You Got It (The Right Stuff)

New Releases in New Zealand, 23 July 1989

You Got It (The Right Stuff), New Kids On The Block

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The first single off the album Hangin’ Tough was Please Don’t Go Girl and it has a super confusing video.  It begins with a woman leaving one of the band members.  As she gets into the cab to go the rest of the band shows up.  The 14 year old boy in the band – who looks young for his age – then takes over the vocal and leading man role and begins pining for the woman.  Two problems: (1) is she in a relationship with both members of the band? (2) the 14 year old is small and she is a grown-ass woman.  I guess that leads to problem three which would be the age of consent.  Anyway it’s weird.

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I think the worst thing you could do if you were a bloke in Kāpiti in 1989 would have been to openly like New Kids On The Block.  Aside from the fact that they were stupid there was this thing where they were trying to have a sort of tough image which was tragically misplaced and lame.  Watching them doing their bobbing up and down dance, pointing their fingers and saying “we’re rough!” was about as convincing as Miami Vice‘s depiction of crime in Florida.  The lyrics on the song Hangin’ Tough are… well, this kind of thing:

Everybody’s always talkin’ ’bout who’s on top
Don’t cross our path, cause you’re gonna get stomped

By who, Donnie?  By who?

Donnie Wahlberg takes the lead on this song and at one point in the video does a pelvic thrust that makes you feel a bit like you felt when your teacher farted in class and everyone just froze in a terrible awkward silence.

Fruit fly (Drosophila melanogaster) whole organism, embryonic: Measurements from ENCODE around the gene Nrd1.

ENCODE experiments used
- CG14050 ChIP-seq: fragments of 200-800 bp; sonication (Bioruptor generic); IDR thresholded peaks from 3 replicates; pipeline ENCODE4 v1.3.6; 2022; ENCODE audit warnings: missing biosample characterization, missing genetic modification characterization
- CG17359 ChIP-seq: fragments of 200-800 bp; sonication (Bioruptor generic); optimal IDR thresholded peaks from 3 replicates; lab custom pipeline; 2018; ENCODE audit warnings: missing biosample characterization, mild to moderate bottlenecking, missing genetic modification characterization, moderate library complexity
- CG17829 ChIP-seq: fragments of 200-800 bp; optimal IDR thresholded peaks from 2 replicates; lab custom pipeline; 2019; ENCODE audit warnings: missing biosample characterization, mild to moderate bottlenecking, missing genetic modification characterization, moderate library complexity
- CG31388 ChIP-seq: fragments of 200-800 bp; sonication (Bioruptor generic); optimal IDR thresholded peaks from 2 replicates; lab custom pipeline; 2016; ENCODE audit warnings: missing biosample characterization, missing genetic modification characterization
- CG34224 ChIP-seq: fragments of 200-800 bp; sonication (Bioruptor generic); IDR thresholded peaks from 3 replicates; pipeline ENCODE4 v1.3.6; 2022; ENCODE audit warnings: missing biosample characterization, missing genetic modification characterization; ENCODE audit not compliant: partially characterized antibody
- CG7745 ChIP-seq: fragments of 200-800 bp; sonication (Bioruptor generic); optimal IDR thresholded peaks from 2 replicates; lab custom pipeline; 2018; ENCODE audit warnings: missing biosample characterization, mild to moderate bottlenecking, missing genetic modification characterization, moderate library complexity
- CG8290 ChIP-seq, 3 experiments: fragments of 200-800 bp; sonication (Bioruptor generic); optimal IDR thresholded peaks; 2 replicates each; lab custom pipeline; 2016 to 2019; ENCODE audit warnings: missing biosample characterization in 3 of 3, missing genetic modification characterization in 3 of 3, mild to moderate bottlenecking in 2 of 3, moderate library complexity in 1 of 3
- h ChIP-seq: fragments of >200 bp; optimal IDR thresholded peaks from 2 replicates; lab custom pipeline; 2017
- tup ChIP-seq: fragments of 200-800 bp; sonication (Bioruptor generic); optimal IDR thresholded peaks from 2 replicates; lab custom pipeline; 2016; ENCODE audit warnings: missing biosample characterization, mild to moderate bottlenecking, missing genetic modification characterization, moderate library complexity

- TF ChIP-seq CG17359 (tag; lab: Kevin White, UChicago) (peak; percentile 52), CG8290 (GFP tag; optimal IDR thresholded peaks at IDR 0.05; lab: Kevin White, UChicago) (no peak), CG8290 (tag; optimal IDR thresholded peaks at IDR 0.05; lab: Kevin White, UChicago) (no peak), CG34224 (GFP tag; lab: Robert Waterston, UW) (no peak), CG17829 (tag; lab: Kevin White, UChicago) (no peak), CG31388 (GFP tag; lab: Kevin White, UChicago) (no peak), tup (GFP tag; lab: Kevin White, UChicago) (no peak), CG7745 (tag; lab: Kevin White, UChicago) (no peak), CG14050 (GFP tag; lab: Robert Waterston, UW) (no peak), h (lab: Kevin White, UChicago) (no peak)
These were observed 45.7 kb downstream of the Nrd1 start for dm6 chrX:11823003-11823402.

Maybe the worst thing about New Kids On The Block (outside their music – I couldn’t quite get through all of Hangin’ Tough; I guess I wasn’t tuff enuff) was that they sort of appropriated black culture but did it so whitely that they invented a whole new awful thing.  Vanilla Ice was about to take this new horrible thing to new heights later in 1989.

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Tiffgiff

So I googled “Tiffany now” and the internet showed me her Playboy spread which is something I didn’t know had happened, and it felt a little like someone took my secret crush of 1989 turned it into a glass menagerie unicorn and then stood on it.  The HuffPost had a helpful article about why she did this to herself.  I think it boiled down to publicity.

Tiffany’s fame was weird and her quick descent coincided with NKOTB’s rise.  New Kids were booked to open for her and then became the bigger act and she ended up opening for them.  *Awkward*  The internet tells me that she dated one of NKOTB but I can’t tell which one: all white guys look the same.

New Kids were on Full House (and – FunFact – Fuller House).  My older daughter became obsessed by Full House and has watched every season twice.  This means that I have vicariously watched every season too.  I watched when it was first out for a time, and then didn’t because  – well let’s just say, we grew apart.  Watching it as a 40 year old was nostalgic.  Comforting.  Sitcoms are like that I suppose.  They’re the equivalent of your favourite spot on the couch.  The show was pretty consistent to the end but it did get lame with its guest appearances, and Tanner family holiday plot lines that were thinly veiled tourism promotions.

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Something happens though.  You’re watching New Kids and Tiffany videos, checking out old Full House clips and you suddenly find that you just want to smash yourself in the face, throw the computer across the room and run screaming into the street.  It’s all so mediocre and thin and trite.  Is it called bubblegum pop because after an initial dose of sweetness it’s just a wad of flavourless  crap?